When everything is clean and dry, replace the gasket if it is damaged, apply a little anti-seize to the threads, and torque the IAC to the proper specs. (13 ft/lb for '85-'89 , 30 in/lb for 1990-on.) Proceed with setting the TPS and minimum air position.
IF YOU CAN,T SMOKE THE TIRES AT WILL,FROM A 60 MPH ROLLING START YOUR ENGINE NEEDS MORE WORK!!"!
IF YOU CAN , YOU NEED BETTER TIRES AND YOUR SUSPENSION NEEDS MORE WORK!!
grumpyvette

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Re: adjusting your TPS AND IAC

Postby bytor » April 7th, 2014, 1:12 pm

Thanks Grumpy for the feedback. I was intending to pull the throttle body and give it a good cleaning anyway; I’ll check things out then.
I found another minor issue with the fuel pump relay connector. I’m currently not experiencing any problems with the fuel pump relay but I noticed the wires going into relay connector are exposed a little bit. It looks like the insulation has shrunk and exposing about an 1/8 inch on a few of the wires. Here’s a picture below that shows what I’m talking about. I found this on the internet that shows the exposed wires. Mine is not this bad.

Relayfaults.jpg


What are my options for repairing this?

Splice in a new connector pigtail like this.

images.jpg


Or do they make repair kits for the connector that includes replacement terminals similar to this one?

51N9vAfEY-L._SY300_.jpg


Any thoughts or other options?
You do not have the required permissions to view the files attached to this post.
My 383 build photos
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Re: adjusting your TPS AND IAC

Postby grumpyvette » April 7th, 2014, 1:27 pm

on almost all older cars electrical connector pigtails and connectors for repairs are available, your local NAPA may have them listed and be able to provide many (AT EXORBITANT PRICING BUT OVER NIGHT DELIVERY) which on a connector that should cost $1-to-$2 each but from them, it may cost $7-to -$20 each yet may still be worth the cost at times, to get the car back in service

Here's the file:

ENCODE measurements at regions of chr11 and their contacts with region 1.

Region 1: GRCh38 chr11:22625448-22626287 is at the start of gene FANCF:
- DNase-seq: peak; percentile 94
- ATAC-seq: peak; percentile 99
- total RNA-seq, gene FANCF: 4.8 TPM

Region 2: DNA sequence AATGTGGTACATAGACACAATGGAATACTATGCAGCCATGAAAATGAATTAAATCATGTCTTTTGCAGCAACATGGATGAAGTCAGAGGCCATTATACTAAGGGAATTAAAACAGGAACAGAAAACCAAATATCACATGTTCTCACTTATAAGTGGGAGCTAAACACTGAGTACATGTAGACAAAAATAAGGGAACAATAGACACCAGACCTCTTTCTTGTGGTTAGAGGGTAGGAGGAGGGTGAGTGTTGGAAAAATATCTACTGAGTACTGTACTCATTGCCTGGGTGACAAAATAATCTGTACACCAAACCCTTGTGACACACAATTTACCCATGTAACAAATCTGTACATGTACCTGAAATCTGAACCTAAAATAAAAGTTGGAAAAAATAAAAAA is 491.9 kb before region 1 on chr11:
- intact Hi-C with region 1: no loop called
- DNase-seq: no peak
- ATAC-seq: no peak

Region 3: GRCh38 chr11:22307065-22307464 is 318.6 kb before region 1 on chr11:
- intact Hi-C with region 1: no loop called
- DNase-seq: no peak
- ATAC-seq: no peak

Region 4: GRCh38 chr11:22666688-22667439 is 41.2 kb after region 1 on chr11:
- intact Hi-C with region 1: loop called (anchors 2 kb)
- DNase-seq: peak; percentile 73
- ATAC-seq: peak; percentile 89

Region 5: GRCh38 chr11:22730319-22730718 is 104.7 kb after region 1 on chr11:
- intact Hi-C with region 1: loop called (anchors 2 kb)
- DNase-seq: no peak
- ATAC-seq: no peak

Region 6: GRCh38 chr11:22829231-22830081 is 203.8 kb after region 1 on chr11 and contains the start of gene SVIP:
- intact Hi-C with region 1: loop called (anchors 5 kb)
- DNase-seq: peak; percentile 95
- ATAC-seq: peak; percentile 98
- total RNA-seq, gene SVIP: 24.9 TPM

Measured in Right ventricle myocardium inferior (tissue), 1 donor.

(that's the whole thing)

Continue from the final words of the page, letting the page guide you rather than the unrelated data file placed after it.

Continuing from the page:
viewtopic.php?f=36&t=3105&p=8272&hilit=connectors+pigtails#p8272

if you shop around carefully its quite common to find you can purchase a dozen or a bag of 50 connectors for the price NAPA or advance auto charges for just a few connectors
http://www.acdelcotechconnect.com/pi/wiring-connectors/gm/pigtails/

http://www.ecklers.com/search.asp?actio ... chHistory=

http://www.eficonnection.com/eficonnection/tpi_pigtails.aspx

http://www.repairconnector.com/products ... 4-AWG.html

http://www.acdelcotechconnect.com/pi/wi ... /pigtails/

http://www.suresealconnections.com/

http://www.garrettelec.com/kits/details ... NNWP25S617

viewtopic.php?f=70&t=1443&p=28051&hilit=shrink#p28051

http://www.repairconnector.com/

http://www.waytekwire.com/automotive-connectors.htm

http://www.rowand.net/Shop/Tech/Automot ... ectors.htm

http://www.vette2vette.com/
IF YOU CAN,T SMOKE THE TIRES AT WILL,FROM A 60 MPH ROLLING START YOUR ENGINE NEEDS MORE WORK!!"!
IF YOU CAN , YOU NEED BETTER TIRES AND YOUR SUSPENSION NEEDS MORE WORK!!
grumpyvette

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Re: adjusting your TPS AND IAC

Postby bytor » April 7th, 2014, 3:21 pm

These would work right? Looks like there is a Pac-Con and a Pac-Con HD connector. Not sure which one but at $3.00 a bag, I can get both and redo the connector.

http://www.repairconnector.com/products/GM-Pak%252dCon-OEM-Repair-Terminal-Female-16%252d14-AWG.html